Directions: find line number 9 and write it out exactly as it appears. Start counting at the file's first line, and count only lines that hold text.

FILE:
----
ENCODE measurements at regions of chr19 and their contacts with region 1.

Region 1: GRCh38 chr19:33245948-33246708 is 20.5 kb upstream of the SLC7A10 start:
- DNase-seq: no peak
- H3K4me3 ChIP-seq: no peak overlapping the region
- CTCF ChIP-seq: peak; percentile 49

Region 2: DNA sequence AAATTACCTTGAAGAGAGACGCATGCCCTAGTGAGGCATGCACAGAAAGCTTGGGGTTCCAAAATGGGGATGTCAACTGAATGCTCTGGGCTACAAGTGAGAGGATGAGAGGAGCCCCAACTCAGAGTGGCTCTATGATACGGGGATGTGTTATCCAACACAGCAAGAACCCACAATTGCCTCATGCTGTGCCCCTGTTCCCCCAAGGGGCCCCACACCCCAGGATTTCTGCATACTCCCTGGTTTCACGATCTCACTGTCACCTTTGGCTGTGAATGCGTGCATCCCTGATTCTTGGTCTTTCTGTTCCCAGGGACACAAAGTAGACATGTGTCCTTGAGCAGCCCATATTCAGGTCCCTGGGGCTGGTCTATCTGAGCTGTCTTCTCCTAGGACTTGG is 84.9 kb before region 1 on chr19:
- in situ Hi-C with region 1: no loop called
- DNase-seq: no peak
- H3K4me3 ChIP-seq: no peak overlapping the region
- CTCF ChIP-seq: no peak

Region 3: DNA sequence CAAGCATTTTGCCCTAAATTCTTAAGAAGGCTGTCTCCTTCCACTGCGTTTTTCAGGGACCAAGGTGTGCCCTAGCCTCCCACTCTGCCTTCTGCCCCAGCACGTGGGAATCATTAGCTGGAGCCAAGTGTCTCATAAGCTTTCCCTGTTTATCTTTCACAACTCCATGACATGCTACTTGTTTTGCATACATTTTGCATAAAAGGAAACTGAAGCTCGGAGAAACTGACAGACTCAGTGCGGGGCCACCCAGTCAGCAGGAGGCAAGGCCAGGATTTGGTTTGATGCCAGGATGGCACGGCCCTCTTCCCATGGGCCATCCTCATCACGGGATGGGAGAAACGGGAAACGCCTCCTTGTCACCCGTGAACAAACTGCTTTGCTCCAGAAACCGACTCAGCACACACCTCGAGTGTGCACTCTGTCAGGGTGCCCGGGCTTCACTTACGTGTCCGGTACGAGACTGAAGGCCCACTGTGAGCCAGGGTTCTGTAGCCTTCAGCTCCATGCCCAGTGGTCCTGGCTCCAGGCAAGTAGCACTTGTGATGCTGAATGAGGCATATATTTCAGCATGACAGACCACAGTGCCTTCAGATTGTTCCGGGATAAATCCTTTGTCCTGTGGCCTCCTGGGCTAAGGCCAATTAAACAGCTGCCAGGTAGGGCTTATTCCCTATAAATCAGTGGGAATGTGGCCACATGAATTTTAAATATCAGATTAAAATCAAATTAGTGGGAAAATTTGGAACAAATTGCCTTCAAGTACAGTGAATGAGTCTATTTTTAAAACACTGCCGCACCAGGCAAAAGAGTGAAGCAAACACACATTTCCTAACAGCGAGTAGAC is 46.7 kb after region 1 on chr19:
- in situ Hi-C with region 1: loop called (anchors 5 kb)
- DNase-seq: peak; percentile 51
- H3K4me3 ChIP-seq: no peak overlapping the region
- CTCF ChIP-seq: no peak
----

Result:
- H3K4me3 ChIP-seq: no peak overlapping the region